The philosophers of the Kalam had a similar relational view of space, but they didn’t accept Aristotle’s view of “substances”, where each thing has its own essential identity, on which attributes are hung like hats.  Instead, they believed in atomism, following Democritus and Leucippus: bodies were made out of little indivisible nuggets called “atoms”.  Macroscopic things were composites of atoms, and their attributes resulted from how the atoms were put together.  Here’s Jammer’s description:

The atoms of the Kalam are indivisible particles, equal to each other and devoid of all extension.  Spatial magnitude can be attributed only to a combination of atoms forming a body.  Although a definite position (hayyiz) belongs to each individual atom, it does not occupy space (makan).  It is rather the set of these positions – one is almost tempted to say, the system of relations – that constitutes spatial extension….

In the Kalam, these rather complicated and surprisingly abstract ideas were deemed necessary in order to meet Aristotle’s objections against atomism on the ground that a spatial continuum cannot be constituted by, or resolved into, indivisibles nor can two points be continuous or contiguous with one another.

So like people who prefer a “background independent” quantum theory of gravity, they wanted to believe that space (geometry) derives from matter, and that matter is discrete, but space was commonly held to be continuous.  Also alike, they resolved the problem by discarding the assumption of continuous space, and, by consideration of motion, to discrete time.

There are some differences, though.  The most obvious is that the nodes of the graph in a spin network state don’t represent units of matter, or “atoms”.  For that matter, quantum field theory doesn’t really have “atoms” in the sense of indivisible units which don’t break apart or interact.  Everything interacts in QFT.  (In some sense, interactions are more fundamental units in QFT than “particles” are – particles only (sic!) serve to connect one interaction with another.)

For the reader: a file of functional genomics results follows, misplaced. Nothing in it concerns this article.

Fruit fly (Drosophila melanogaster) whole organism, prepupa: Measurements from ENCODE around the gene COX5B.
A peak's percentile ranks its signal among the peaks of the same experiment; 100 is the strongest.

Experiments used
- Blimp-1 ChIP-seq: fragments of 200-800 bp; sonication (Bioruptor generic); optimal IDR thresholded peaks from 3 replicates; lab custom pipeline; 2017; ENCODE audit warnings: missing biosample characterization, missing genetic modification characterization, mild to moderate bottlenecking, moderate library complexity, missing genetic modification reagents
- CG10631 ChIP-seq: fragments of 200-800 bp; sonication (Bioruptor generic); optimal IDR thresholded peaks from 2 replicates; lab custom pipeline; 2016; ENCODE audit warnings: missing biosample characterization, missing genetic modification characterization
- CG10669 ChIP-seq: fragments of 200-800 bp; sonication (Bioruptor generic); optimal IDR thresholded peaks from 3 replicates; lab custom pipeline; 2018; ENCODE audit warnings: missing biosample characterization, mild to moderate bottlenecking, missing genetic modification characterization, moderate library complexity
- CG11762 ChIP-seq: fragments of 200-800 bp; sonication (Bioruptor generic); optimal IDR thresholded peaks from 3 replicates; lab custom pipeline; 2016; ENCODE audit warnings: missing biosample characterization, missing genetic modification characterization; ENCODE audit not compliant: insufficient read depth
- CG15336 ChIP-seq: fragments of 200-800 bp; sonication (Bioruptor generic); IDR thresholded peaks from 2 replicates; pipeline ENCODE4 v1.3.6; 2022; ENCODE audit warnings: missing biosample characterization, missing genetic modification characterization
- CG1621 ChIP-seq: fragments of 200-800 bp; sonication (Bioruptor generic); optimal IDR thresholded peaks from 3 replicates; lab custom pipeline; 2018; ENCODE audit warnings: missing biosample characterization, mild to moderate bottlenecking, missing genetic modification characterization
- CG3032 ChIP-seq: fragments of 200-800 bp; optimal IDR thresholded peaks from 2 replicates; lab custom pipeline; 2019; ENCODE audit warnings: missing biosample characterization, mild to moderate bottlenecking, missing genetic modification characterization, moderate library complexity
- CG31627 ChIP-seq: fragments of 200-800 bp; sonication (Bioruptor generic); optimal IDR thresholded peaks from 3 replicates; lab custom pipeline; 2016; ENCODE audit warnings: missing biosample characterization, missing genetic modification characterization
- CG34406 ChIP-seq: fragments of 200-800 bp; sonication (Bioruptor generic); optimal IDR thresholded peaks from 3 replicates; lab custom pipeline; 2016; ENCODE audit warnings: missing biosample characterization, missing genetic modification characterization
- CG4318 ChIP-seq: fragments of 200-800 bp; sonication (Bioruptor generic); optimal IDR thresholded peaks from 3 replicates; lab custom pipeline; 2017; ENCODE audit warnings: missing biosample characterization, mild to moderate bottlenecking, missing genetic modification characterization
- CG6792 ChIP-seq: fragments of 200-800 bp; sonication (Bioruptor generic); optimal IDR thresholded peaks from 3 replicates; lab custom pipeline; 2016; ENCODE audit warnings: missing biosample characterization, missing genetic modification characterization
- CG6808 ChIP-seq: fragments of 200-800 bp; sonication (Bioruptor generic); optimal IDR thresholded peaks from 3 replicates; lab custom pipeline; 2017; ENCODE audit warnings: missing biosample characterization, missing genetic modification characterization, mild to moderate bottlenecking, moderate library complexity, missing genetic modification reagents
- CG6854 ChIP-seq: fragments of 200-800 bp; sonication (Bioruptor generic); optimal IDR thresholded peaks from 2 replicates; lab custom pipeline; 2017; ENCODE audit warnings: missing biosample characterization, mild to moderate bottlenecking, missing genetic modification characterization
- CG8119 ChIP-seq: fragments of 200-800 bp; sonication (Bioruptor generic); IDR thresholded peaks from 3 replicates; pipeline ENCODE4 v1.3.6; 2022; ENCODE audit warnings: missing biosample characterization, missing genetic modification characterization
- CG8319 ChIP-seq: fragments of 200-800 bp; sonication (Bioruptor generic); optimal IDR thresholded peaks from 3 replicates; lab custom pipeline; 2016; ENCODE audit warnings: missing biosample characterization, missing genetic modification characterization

Another key difference is how space relates to matter.  In Aristotle, and in the Kalam, space is defined directly by matter: two bits of matter “define” the space between them.  In General Relativity (the modern theory with the “relational” view of space), there’s still room for space as an actor in its own right, like Newton’s absolute space-as-independent-variable – in other words, room for a vacuum, which Aristotle categorically denied could even conceivably exist.  In GR, what matter determines is the curvature of space (more precisely the Einstein tensor of the curvature).

Well, so the differences are probably more informative than the similarities,

(Edit: To emphasize a key difference glossed over before…  It was coupling to quantum matter which suggested quantizing the picture of space.  Discreteness of the spectrum of various observables is a logically separate prediction in each case.  Either matter or space(time) could have had continuous spectrum for the relevant observables and still been quantized – discrete matter would have given discreteness for some observed quantities, but not area, length, and so on.  So in the modern setting, the link is much less direct.)